Deeply: a definition

Posted on September 3, 2010


“I suspect that those who are saying that (Johnathan Franzen’s book) ‘Freedom’ has been overpraised have not read the book,” said Jonathan Galassi, the president of Farrar, Straus. “Once they have — as I hope they soon will — I believe they too will see how deeply and movingly Jonathan confronts contemporary life.”

If that “Deeply” did not convince you? what will?

Those who use the word Deeply are like a shoe salesmen who smiles and shakes your hand too often. The word makes me feel like I’m being conned into something. As if the sentence alone was not enough to hide the lies, and so there must be this incentive, this  word Deeply to prove that whatever verb/adjective is being used does in fact really mean what it should and in a particularly non-shallow way.

I quit reading Karen Armstrong’s book on the Crusades, becuase she used the word Deeply at least six times a page and the result was smarmy and cheesy as if she didn’t believe what she was saying. When she says that the Muslims of the 12th century were Deeply Religious, and Deeply faithful, we ask Oh really? Is that so? As if we had assumed that their faith was shallow, as deep as a kiddy pool. We imagine that as she writes “deeply” a salty tear blots the page, because she the sympathetic humanitarian widely read in Islamic know-how, knows just how deep that deeply is. and how deeply maligned.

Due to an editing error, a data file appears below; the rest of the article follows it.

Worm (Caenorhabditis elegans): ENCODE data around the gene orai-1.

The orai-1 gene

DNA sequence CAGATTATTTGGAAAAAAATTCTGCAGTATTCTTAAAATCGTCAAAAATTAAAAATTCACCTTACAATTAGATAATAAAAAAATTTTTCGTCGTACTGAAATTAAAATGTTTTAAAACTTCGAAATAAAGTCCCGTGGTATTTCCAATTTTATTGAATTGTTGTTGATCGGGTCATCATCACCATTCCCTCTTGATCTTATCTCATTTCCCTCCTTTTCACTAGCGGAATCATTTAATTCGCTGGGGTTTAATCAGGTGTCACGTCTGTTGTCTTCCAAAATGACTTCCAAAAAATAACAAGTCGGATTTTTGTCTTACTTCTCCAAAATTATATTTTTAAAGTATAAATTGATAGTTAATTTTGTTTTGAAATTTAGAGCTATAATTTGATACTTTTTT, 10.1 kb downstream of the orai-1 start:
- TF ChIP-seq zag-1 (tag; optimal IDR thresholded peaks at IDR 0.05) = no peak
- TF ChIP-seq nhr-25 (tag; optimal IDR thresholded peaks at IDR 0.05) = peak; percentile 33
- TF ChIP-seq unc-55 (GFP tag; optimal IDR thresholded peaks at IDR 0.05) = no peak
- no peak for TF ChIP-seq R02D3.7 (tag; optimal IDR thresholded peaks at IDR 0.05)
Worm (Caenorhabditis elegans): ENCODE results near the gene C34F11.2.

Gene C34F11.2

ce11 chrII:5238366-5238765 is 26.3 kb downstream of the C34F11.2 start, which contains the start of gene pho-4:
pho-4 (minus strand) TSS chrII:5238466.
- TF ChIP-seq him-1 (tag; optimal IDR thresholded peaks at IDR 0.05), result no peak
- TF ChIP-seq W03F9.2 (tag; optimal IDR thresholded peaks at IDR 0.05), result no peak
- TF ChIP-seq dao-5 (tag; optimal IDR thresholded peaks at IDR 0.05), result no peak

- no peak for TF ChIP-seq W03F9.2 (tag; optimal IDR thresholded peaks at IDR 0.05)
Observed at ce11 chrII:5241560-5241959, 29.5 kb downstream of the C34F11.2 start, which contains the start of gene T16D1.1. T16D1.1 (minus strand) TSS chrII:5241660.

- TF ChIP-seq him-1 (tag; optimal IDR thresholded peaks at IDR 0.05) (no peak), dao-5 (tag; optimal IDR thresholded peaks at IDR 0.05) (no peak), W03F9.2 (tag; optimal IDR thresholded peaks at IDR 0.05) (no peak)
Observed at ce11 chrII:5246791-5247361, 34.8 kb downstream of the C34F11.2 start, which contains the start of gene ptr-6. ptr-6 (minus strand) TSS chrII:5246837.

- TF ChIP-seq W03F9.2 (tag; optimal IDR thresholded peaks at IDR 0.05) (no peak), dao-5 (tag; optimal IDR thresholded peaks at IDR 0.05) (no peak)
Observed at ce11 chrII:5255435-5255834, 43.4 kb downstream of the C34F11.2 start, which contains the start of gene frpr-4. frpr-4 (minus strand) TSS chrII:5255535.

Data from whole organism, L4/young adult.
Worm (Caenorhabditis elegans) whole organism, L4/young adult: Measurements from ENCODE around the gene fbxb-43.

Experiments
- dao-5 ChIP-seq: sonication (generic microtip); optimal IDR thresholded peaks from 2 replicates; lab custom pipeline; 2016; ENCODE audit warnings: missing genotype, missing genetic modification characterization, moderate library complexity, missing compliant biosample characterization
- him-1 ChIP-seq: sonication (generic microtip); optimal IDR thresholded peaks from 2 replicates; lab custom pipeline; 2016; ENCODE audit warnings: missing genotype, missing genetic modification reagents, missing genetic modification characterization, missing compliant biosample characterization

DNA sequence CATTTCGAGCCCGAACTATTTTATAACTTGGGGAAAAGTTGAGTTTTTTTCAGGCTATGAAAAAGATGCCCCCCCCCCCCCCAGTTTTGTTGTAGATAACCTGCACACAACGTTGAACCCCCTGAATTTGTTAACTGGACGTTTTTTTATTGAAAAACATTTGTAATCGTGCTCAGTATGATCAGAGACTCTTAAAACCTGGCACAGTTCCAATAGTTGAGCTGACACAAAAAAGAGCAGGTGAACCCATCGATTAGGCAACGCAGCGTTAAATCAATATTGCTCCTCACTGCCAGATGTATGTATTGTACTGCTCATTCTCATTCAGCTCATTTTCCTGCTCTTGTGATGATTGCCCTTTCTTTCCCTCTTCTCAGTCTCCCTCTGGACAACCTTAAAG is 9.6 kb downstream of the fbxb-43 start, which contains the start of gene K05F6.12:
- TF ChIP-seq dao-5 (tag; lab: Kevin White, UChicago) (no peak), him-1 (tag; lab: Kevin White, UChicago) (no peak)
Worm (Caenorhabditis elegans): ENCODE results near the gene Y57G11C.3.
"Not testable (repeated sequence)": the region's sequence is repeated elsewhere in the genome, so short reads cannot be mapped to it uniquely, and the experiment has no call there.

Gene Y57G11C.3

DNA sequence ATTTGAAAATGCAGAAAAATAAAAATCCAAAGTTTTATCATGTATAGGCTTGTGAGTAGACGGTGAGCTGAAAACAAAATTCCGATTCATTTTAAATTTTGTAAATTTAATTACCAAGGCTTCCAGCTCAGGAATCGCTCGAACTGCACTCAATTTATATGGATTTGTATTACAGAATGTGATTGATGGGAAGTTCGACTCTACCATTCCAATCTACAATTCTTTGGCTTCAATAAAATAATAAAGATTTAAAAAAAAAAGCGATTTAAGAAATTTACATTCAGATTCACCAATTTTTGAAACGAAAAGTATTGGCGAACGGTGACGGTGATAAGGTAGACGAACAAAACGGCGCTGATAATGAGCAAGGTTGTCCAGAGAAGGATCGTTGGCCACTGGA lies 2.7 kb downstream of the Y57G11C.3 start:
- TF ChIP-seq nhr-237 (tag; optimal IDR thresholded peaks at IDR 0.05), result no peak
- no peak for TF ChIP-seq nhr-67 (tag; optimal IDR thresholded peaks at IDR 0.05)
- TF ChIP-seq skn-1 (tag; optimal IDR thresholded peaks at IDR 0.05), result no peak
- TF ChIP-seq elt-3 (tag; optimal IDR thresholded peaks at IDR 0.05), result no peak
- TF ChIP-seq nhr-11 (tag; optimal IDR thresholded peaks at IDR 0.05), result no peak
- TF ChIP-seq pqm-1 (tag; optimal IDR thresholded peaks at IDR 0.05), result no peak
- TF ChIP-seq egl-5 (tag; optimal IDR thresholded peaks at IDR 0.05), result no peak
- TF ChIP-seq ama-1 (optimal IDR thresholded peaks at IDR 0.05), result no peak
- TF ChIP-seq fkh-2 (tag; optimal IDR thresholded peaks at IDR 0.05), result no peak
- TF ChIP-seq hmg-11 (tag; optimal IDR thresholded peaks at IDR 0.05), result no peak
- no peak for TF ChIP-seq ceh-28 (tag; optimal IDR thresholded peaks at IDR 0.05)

Grammatical intensifiers are particularly suspect where they call into question the limits of quantifying/qualifying a verb or adjective. The question becomes where do we stop? As if the limit itself was arbitrary and irrelevent. Because really if you use one Deeply, why not two Deeplys? For instance: Lady Gaga is deeply, deeply, lubricious. As if having taken a submarine down into the abyss of Lady Gaga’s Lubriciousness, we find in the depths a second abyss, not one of the lubridity but rather one of deeply itself. Then the one deeply modifies the other. In other words, very deep.

However, for as much as the word Deeply has about it the whiff of the insincere, the word Very is one of my favorites, and is used often. But the arguments against the word Deeply can be deployed against the word Very in much the same manner. Do I contradict myself? Is this Hypocrisy?

Posted in: Definitions